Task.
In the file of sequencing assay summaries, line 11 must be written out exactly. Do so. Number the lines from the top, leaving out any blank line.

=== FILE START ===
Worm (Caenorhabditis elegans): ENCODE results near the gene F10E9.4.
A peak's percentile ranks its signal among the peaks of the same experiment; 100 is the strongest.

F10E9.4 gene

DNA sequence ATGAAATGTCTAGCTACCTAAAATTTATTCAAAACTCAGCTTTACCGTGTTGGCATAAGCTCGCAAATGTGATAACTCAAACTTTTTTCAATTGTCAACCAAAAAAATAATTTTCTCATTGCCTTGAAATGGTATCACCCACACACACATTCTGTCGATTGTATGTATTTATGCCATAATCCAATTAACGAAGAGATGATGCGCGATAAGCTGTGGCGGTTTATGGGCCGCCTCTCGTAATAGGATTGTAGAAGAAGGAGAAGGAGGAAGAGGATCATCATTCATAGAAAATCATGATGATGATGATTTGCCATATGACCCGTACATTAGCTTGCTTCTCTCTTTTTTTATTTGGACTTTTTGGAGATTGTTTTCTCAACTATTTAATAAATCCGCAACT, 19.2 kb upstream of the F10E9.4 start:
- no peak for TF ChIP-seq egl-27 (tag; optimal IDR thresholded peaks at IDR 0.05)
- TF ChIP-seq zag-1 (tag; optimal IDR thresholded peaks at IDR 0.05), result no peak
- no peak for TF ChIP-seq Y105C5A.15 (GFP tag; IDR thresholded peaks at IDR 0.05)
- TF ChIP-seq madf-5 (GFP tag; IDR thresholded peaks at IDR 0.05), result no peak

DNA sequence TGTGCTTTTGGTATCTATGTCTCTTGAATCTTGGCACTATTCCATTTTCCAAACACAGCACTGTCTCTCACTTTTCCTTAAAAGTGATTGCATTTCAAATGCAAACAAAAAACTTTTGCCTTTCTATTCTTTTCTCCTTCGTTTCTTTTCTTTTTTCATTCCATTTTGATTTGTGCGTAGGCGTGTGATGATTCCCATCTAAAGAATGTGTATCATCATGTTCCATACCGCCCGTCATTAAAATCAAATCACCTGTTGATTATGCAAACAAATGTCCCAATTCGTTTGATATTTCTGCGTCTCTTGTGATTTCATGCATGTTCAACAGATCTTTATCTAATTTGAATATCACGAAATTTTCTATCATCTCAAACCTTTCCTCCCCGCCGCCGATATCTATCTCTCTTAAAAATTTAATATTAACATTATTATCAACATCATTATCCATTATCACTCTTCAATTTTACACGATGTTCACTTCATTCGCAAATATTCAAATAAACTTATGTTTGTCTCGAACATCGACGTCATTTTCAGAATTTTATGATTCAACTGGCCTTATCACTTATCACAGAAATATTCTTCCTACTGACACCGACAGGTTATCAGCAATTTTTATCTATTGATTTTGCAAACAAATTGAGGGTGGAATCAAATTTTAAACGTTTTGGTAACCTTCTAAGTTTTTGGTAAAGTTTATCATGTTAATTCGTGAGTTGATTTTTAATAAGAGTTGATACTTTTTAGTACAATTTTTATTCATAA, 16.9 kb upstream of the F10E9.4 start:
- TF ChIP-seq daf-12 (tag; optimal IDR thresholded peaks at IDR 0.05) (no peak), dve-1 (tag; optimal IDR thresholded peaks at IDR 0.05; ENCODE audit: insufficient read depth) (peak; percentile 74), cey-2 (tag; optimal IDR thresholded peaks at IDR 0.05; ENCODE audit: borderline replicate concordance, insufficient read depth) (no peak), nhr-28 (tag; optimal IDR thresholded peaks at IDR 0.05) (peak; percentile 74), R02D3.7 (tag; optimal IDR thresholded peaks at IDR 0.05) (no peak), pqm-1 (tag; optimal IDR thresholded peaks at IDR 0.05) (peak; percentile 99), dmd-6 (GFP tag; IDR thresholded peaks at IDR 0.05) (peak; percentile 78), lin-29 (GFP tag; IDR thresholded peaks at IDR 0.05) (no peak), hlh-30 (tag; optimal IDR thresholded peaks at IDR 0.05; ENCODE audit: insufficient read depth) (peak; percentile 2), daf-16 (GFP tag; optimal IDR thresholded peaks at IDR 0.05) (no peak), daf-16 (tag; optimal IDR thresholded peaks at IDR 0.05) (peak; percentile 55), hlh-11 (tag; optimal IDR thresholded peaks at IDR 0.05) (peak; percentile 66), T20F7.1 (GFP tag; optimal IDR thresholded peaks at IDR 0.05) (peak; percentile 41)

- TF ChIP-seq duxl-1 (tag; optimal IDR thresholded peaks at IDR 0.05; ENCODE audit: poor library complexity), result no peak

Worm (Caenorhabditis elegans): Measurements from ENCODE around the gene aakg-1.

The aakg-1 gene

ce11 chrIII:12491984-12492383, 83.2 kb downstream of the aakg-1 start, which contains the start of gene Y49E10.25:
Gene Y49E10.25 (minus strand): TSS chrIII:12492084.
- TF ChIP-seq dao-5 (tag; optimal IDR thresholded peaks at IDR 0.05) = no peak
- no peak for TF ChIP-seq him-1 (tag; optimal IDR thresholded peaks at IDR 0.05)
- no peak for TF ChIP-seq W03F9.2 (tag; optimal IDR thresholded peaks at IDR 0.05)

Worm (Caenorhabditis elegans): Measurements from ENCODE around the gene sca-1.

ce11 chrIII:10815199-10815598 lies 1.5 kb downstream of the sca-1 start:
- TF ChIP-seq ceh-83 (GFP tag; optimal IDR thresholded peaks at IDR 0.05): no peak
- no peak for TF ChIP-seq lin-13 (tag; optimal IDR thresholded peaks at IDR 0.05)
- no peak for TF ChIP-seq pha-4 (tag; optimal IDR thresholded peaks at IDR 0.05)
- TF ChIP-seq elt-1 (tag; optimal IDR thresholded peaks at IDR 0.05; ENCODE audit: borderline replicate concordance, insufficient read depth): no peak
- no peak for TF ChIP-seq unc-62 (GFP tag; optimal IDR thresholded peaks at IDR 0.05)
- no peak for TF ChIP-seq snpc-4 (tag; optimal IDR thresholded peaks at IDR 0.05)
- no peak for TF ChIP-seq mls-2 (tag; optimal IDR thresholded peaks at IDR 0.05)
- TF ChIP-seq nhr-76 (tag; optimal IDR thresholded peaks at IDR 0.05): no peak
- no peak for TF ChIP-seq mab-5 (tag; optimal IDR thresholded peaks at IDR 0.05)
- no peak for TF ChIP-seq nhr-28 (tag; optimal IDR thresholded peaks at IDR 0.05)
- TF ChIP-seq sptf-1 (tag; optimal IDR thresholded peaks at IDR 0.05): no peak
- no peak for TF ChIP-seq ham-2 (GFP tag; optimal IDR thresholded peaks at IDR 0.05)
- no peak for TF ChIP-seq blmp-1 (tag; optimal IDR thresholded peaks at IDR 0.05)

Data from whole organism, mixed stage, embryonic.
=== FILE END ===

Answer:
- TF ChIP-seq duxl-1 (tag; optimal IDR thresholded peaks at IDR 0.05; ENCODE audit: poor library complexity), result no peak